Working Towards Lotus: A Mini-Revelation

Yep, still trying to achieve Lotus.  While I’ve had some serious headway in other parts of my practice (my headstands are literally taking off, and I’m discovering flexibility that I’ve never even dreamed of experiecing before), Padmasana remains a distant dream.  Being an endurance athlete, with triathlon being my drug of choice, I’m pretty sure that I am hindered by tightness that builds up in my hips, knees, and feet from pounding those long miles on the run and bike.  Yoga has helped keep me strong and healthy as I prep for triathlons, but I can’t say that triathlon’s repetitive motions do much for my yoga practice.

Since I’m not willing to give up triathlon at this point, I’ve had to find other avenues towards flexibility.  For a long time, I believed that my biggest hindrance was tightness in my knees and feet.  However, I found a video yesterday that was something of a revelation.

Patrick Reynolds argues that the key to achieving Lotus lies almost exclusively in flexibility in the hip joints.  While this may be a “duh” statement for most of you, I hadn’t put together that my tight hips has led to my Lotuslessness.  While I’ve looked to my feet in the past, I’m now working on Wide Legged Forward Bends and other such hip openers.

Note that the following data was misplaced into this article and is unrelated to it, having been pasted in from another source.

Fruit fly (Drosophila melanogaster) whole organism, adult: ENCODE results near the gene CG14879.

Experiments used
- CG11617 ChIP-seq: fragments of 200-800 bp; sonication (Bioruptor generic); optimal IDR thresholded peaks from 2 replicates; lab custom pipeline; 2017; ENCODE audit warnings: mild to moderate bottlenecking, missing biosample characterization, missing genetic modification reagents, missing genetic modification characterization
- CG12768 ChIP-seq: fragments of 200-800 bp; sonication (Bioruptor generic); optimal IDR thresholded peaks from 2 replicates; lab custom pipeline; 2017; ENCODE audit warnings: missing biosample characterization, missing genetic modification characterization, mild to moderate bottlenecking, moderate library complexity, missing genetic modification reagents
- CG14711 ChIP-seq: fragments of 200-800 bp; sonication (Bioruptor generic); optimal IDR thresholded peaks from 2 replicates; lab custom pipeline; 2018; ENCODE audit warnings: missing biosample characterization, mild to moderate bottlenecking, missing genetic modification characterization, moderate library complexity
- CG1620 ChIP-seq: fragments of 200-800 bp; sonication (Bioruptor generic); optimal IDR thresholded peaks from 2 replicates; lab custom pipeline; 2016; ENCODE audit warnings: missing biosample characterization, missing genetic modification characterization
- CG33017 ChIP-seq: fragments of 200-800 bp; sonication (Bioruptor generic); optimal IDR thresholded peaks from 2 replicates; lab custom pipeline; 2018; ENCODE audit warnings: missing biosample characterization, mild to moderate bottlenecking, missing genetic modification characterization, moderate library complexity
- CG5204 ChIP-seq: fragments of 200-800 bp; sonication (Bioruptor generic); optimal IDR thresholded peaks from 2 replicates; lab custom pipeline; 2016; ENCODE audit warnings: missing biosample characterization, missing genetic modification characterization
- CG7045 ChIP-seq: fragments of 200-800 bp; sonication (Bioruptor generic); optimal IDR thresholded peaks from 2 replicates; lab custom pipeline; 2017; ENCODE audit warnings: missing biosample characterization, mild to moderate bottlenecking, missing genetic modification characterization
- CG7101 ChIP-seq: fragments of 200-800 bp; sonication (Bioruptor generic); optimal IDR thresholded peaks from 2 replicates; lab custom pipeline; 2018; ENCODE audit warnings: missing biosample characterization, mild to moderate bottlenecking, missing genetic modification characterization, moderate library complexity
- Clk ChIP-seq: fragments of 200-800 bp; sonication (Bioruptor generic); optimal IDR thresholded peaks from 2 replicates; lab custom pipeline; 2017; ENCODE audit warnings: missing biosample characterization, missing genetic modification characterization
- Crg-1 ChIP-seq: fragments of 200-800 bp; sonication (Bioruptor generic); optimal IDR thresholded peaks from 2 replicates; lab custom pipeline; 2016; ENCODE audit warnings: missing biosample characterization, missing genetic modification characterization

This moment of insight makes me wonder what else I’ve missed.  Of course, this is a huge question and doesn’t simply pertain to yoga.  When it comes to seeing the forest or seeing the trees, I’m usually a big picture kind of girl, favoring wide vistas to individual pines, oaks, and birches.  Yet it seems when it came to Padmasana, I got caught up on the details; I wanted to work on my feet and knees when I should have seen how open hips lead not only to Lotus, but to a wide variety of other poses as well.

So maybe the truth of the matter is I’m not as “big picture” as I’ve always thought.  Maybe I’ve become hung up on trivialities (getting into certain poses, working on specific projects, worrying about momentary emotions) rather than seeing the big pay offs, such as finding repose in daily practice, or leading the kind of life that makes me happy, regardless of what others may think.  And maybe there is no pay off; there’s just life.  We can choose to sweat the small stuff, or we can live the big picture.

I’ll continue to work towards Lotus, but with the big picture in mind: playfulness, contentment, acceptance, and love, not just for those around me, but for myself.

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One thought on “Working Towards Lotus: A Mini-Revelation

  1. Pingback: Mysore: Day 4 | Confessions from the Mat

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